Richard Leadbetter - Deputy Editor


What are you up to at the moment?

I do the occasional spot of writing, but most of my time and effort goes into my own media company, Digital Foundry, which specialises in DVD and high-end multimedia projects.

How did you get involved in Mean Machines?

It’s a long story. When I was at Sixth Form College, I had a sudden "what am I going to do for the rest of my life?" crisis, so I sat down one evening and wrote two or three reviews and sent them on spec to Julian Rignall at Computer and Video Games. At that time, C+VG was the only mag I bothered reading and I guess I quite fancied writing game reviews for a living. Previously I’d written a number of letters to C+VG under a variety of hilarious aliases, which always seemed to get printed, so I figured that I was good enough to give this writing thing a go. I sent my reviews off in February 1990, thought nothing more of it, and had the shock of my life in June when Jaz Rignall invited me up to London for an interview. It seemed to go OK-ish, although it was the day before my last A-Level exam, which was a bit inconvenient.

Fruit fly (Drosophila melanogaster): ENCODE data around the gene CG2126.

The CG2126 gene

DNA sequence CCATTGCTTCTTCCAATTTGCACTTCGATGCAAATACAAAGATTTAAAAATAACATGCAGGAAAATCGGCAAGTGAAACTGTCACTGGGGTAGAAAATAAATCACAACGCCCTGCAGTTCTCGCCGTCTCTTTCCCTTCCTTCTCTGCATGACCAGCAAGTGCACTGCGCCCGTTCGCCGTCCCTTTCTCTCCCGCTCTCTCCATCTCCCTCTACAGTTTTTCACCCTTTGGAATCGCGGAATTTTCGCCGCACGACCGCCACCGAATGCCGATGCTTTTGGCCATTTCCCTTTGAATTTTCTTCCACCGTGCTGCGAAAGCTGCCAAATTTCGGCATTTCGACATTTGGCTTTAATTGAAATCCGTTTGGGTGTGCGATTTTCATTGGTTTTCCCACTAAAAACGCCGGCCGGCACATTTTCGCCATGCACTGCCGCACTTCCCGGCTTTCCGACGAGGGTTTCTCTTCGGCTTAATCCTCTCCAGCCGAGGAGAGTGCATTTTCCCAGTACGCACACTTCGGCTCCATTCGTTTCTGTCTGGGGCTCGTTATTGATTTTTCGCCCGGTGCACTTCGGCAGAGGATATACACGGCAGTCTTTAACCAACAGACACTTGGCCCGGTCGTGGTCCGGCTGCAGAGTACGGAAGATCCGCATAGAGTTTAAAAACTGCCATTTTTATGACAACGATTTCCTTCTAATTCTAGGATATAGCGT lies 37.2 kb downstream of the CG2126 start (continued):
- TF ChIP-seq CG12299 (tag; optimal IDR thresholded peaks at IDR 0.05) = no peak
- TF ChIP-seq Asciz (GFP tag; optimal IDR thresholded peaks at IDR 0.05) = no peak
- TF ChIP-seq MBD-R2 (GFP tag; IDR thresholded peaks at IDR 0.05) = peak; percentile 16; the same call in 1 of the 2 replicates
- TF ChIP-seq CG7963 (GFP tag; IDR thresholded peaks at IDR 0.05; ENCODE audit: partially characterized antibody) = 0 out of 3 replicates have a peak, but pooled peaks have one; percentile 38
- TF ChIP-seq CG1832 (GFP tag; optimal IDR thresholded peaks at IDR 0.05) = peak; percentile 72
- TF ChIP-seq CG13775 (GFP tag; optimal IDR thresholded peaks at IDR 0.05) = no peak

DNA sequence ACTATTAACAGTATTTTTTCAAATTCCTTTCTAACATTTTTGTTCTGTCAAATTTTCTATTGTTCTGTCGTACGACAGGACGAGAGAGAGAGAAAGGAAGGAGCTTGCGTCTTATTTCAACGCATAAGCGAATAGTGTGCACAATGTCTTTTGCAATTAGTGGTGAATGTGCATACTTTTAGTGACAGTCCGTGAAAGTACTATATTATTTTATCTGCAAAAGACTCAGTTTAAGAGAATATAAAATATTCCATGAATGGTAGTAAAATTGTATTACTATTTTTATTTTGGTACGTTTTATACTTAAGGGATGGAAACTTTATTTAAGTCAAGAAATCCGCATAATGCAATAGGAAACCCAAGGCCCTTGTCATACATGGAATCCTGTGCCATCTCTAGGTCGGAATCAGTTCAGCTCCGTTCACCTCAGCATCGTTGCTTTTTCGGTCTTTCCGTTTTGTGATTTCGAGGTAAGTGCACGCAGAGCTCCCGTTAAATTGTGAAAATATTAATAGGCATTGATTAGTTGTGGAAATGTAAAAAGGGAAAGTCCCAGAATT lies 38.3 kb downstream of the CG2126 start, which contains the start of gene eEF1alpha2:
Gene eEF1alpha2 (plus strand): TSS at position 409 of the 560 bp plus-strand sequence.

I didn’t hear anything more for another couple of months, and whenever I phoned, he was always in a meeting (I discovered later what that actually meant – Mario Kart and arcade Street Fighter 2 were the basis of countless ‘meetings’ of my own). When I did get through, he told me that I wouldn’t be working on C+VG but would instead be helping out on a new launch – Mean Machines – and that I should come in to help out on the Complete Guide to Consoles.

So I did a bit of freelance for three days and at the end of it, I discovered that I had a full-time job. As it happened I ended up on C+VG any way (as I had far more knowledge of the Amiga, C64 and Spectrum compared to the Master System and NES) and I worked there for a year or so, but the pay was so poor I did countless pages of Mean Machines freelance, usually Matt Regan’s reviews. A few issues in and my involvement became ‘official’ and Gary Harrod designed my bequiffed Mean Machines manga persona. A legend was born.